Esmeralda Bon shares her thoughts on measuring impact. In this blog post, she explores what measuring impact means. In future posts, she will look at non-academic impact and specific considerations around impact for early career researchers.
As academics we seek to contribute to knowledge and the understanding of phenomena by doing research. This also tends to be a requirement of our funders.
However, in relation to the impact tracking and metrics debate (#CiteTheData), we may ask how can, do and should we measure impact, especially early in our career?
How can we measure impact?
Assuming that making an impact is somewhat similar to having an effect, we should, theoretically, be able to measure impact like we measure effects. Effects research tends to require an experimental or quasi-experimental design, in which it can be proven that a cause X has affected a consequence Y.
However, unlike the conducting of some of our research, the reception of our research takes place outside of a lab. This is problematic because this suggests that we can never be sure of our ‘real world’ impact.
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How do we measure impact?
Luckily, there are indicators available, both qualitative and quantitative.
Qualitative examples that spring to mind are a written acknowledgement or an email from a peer. Quantitative examples are, in turn, citation, view and download metrics and it is these metrics I tend to rely on when choosing which research to check out and include.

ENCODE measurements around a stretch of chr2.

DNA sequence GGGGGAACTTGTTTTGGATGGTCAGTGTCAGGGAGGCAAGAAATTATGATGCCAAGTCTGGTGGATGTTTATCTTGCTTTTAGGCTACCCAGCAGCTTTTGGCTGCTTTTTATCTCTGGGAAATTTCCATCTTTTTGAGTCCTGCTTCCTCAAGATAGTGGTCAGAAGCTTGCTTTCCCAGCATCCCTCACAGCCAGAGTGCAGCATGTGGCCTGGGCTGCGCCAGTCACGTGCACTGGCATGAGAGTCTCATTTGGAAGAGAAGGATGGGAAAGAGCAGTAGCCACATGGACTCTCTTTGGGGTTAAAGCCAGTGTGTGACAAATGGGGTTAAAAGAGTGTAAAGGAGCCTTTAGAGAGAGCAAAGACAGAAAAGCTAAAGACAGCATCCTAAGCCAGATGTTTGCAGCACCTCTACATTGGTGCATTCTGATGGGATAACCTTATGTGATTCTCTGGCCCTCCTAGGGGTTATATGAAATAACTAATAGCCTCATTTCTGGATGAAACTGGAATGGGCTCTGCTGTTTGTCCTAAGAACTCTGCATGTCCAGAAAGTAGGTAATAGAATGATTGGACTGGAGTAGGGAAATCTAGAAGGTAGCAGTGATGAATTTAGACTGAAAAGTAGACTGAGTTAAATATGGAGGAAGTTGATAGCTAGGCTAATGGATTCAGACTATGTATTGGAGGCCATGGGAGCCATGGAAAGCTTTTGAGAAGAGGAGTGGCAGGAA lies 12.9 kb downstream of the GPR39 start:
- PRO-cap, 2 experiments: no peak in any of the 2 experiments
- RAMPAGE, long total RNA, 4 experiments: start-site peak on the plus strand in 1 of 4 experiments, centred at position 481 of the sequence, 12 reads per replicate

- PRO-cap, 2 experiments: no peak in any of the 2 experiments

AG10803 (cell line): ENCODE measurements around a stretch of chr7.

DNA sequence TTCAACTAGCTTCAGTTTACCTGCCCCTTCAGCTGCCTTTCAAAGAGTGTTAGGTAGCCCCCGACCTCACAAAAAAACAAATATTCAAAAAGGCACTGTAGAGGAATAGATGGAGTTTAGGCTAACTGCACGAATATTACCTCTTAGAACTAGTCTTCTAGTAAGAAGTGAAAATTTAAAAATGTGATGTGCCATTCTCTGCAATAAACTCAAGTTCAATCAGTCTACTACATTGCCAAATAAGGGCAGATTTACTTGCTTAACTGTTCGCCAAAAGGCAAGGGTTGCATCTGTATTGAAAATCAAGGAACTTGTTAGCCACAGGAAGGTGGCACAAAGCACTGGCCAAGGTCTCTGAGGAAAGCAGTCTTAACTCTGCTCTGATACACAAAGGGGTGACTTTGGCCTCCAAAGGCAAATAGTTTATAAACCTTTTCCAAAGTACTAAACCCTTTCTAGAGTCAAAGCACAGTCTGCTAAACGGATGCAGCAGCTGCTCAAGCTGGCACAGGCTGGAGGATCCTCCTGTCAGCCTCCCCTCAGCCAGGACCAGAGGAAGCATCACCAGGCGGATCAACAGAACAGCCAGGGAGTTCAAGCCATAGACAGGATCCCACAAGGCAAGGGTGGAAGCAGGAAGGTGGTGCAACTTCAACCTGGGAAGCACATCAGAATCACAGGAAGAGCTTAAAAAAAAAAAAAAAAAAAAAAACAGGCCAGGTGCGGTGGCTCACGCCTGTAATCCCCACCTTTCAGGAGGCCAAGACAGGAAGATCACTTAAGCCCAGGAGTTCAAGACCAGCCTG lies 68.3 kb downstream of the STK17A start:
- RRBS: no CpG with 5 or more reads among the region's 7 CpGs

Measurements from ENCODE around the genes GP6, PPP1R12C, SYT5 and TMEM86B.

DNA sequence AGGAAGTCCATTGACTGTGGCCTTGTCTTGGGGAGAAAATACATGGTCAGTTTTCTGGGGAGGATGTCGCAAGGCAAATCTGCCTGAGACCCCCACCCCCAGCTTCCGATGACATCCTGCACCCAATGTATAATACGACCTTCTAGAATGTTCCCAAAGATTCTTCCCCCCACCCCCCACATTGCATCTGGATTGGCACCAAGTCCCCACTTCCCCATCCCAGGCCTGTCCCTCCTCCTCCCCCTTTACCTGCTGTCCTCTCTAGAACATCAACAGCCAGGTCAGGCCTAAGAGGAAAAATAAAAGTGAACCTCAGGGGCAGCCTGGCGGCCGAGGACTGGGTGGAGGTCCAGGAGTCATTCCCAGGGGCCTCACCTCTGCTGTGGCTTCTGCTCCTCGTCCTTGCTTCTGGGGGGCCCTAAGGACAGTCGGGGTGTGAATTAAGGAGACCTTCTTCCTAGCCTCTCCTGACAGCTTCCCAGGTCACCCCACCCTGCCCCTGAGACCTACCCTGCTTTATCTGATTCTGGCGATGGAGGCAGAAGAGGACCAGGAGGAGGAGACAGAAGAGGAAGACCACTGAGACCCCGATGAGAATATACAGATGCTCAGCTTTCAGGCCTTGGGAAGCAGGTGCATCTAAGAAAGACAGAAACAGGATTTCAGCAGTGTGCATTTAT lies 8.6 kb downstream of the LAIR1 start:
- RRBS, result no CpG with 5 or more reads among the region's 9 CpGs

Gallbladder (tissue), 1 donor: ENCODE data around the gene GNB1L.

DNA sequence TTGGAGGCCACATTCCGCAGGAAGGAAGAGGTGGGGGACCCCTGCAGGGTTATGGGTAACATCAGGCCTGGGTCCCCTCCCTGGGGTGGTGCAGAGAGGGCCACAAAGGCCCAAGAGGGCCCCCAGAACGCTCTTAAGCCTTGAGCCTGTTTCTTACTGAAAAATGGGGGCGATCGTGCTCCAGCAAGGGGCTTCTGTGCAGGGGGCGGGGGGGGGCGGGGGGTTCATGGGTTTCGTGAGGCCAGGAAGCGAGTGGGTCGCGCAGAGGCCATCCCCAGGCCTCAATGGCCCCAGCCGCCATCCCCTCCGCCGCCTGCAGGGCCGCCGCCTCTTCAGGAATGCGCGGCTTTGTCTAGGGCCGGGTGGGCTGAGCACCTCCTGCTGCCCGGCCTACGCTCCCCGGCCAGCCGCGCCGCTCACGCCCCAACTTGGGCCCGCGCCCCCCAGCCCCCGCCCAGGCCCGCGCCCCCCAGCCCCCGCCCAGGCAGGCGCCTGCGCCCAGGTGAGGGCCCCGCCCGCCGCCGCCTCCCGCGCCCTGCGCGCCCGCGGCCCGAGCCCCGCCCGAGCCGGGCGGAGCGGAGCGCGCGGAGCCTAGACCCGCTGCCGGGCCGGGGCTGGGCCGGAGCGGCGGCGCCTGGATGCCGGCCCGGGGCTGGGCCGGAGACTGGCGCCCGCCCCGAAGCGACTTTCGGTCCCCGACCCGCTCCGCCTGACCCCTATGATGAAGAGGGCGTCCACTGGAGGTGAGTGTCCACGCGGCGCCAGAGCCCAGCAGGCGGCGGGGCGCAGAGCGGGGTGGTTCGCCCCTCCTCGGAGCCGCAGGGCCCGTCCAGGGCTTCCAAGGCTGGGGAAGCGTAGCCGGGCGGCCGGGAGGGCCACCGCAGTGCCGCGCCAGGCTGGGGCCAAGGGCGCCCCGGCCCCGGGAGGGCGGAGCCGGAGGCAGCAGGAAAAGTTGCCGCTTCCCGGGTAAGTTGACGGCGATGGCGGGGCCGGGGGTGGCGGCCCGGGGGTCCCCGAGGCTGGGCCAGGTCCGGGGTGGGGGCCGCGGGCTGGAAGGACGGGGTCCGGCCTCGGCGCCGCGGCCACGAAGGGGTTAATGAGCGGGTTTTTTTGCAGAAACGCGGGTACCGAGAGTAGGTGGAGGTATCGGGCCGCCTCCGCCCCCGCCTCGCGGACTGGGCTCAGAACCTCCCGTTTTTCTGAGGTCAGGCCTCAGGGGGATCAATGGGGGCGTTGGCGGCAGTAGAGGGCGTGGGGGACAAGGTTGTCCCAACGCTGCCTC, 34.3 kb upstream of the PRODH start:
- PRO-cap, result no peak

After all, we could say that this is an easy and relatively quick way of finding out what research is getting attention. Examples of the citation metrics I personally tend to use are Google Scholar and Altmetrics.
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How should we measure impact?
Comparing these two different types of feedback of impact, the qualitative would seem to be of greater value. It takes more effort to read a piece of work and write a piece of text. Furthermore, to what extent can we rely on quantitative metrics to tell us whether an article has actually been read, whether it has left an impact?
After all, sometimes academics simply cite to cite, to indicate that they are aware of research in the field and to provide context of the study presented. In addition, impact factors themselves may not adequately serve as impact indicators (e.g. Vanclay, 2011).
On a more general level one may ask whether it is actually possible to quantify impact. For example, if an aspiring PhD candidate uses one article as the backdrop and inspiration of his, or her, PhD, does this mean that the article has had less impact than if it had been cited by 10 different scholars?
Scholars generally acknowledge that metrics do have flaws, but still generally trust them for reading and publishing (Tenopir, 2014).
So, it is key that we, as early-career researchers, also do not forget that these metrics do not provide any insight into the actual impact made. These metrics could be a starting point for investigating the impact of a piece of research or data set, but should never become the beginning and end.
References (APA style)
Tenopir, C. (2014). Trust in reading, citing and publishing. Information Services & Use, 34, 39-48. doi:10.3233/ISU-140725
Vanclay, J.K. (2011). Impact factor: outdated artefact or stepping-stone to journal certification? Scientometrics, 92(2), 211-238. doi:10.1007/s11192-011-0561-0
Esmeralda Bon, @EsmeraldaVBon is one of our UK Data Service Data Impact Fellows for 2017. Esmeralda is an ESRC-funded PhD student in the School of Politics and International Relations at the University of Nottingham, in collaboration with the Committee on Standards in Public Life (CSPL), an advisory non-departmental public body sponsored by the Cabinet Office. Esmeralda is affiliated with the Centre for British Politics and the Nottingham Interdisciplinary Centre for Economic and Political Research (NICEP).